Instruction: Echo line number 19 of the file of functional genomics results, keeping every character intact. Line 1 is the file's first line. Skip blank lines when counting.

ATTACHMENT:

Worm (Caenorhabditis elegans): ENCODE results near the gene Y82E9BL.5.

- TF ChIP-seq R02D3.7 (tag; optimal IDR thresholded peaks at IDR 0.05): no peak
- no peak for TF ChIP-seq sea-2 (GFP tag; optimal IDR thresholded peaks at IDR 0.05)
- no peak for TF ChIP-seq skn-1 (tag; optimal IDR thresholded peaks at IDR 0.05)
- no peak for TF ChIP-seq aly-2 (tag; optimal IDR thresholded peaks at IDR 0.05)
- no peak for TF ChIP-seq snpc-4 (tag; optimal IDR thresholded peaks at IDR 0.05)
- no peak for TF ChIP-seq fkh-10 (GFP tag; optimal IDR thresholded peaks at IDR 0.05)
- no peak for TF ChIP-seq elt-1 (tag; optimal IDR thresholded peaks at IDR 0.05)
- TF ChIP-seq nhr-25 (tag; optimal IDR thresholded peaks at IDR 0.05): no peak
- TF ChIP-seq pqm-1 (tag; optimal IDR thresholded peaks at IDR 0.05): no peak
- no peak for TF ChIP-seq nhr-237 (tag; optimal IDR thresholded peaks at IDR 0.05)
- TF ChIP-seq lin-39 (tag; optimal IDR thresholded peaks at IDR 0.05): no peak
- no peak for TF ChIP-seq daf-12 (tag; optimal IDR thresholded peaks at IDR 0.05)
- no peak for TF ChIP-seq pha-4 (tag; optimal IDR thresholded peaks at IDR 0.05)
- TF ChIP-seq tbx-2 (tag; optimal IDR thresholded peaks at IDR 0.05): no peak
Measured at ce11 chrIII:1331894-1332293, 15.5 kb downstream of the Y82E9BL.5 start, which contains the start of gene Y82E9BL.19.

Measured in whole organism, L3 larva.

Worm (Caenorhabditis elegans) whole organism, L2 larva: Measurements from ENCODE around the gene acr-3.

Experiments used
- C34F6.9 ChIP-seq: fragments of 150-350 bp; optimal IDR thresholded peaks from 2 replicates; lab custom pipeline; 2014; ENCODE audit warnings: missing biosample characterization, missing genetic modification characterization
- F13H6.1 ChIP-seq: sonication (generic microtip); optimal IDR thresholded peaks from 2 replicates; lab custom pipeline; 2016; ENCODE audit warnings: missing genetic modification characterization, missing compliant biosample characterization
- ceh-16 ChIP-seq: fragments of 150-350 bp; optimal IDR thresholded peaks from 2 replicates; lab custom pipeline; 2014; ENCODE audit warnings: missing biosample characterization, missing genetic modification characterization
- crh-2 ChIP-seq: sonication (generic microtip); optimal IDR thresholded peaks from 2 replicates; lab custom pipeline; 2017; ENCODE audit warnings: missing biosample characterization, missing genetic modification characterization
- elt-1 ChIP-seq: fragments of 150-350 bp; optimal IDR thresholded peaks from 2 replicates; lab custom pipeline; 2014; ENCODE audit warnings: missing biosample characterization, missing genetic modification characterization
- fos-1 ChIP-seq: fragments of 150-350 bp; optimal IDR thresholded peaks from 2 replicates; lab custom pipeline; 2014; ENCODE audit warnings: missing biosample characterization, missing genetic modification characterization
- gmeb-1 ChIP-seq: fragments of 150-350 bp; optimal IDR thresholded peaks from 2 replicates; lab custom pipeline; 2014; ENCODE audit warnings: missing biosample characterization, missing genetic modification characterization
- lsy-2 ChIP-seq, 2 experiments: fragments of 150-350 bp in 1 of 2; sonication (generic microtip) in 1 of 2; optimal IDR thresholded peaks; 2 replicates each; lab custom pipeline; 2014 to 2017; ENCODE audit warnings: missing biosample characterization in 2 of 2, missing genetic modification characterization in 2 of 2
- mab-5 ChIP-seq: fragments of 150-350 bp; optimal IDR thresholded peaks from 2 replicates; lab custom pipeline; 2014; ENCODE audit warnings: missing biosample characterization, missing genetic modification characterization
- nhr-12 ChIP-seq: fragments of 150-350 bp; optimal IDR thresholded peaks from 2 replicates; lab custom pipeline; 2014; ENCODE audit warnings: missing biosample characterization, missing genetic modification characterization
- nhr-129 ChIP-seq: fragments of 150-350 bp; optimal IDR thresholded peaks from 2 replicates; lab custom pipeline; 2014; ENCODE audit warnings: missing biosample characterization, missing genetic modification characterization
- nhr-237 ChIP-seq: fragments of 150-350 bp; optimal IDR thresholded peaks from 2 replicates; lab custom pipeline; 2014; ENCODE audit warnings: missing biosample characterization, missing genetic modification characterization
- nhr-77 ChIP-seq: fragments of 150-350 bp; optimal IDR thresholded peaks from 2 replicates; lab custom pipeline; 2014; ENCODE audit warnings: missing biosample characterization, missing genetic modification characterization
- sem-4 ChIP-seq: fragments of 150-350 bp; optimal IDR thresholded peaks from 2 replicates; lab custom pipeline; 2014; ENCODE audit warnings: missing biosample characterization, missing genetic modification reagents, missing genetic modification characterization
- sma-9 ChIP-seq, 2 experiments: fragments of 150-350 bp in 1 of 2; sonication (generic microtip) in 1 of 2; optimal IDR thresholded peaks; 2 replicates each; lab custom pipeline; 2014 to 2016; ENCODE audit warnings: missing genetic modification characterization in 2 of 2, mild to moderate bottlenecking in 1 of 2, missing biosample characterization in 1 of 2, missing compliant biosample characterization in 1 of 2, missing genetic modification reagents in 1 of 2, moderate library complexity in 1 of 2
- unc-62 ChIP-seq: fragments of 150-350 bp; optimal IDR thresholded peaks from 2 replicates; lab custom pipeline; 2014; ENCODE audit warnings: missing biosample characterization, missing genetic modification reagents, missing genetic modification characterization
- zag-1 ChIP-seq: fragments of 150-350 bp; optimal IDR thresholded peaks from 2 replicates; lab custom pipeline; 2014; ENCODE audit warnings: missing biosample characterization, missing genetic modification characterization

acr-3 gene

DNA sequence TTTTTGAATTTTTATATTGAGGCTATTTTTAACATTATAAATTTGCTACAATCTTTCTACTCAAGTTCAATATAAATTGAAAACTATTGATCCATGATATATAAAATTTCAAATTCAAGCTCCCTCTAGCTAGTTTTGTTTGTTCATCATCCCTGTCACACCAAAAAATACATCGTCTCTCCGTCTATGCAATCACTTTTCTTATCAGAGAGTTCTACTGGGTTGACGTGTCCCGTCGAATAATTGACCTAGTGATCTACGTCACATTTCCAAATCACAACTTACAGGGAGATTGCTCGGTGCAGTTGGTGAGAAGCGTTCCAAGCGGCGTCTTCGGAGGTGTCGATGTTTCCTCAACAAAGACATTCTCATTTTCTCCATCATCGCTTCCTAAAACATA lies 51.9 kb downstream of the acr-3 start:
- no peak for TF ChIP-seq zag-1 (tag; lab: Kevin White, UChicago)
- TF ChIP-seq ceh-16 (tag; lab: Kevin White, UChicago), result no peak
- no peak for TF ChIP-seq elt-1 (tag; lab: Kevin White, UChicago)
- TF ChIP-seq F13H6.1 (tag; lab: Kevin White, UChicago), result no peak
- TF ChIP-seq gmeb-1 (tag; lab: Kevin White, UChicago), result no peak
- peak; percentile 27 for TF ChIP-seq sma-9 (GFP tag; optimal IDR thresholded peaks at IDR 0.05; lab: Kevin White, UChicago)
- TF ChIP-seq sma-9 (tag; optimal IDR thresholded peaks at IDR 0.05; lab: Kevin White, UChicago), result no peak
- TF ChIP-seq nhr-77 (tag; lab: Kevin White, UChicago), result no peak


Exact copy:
Experiments used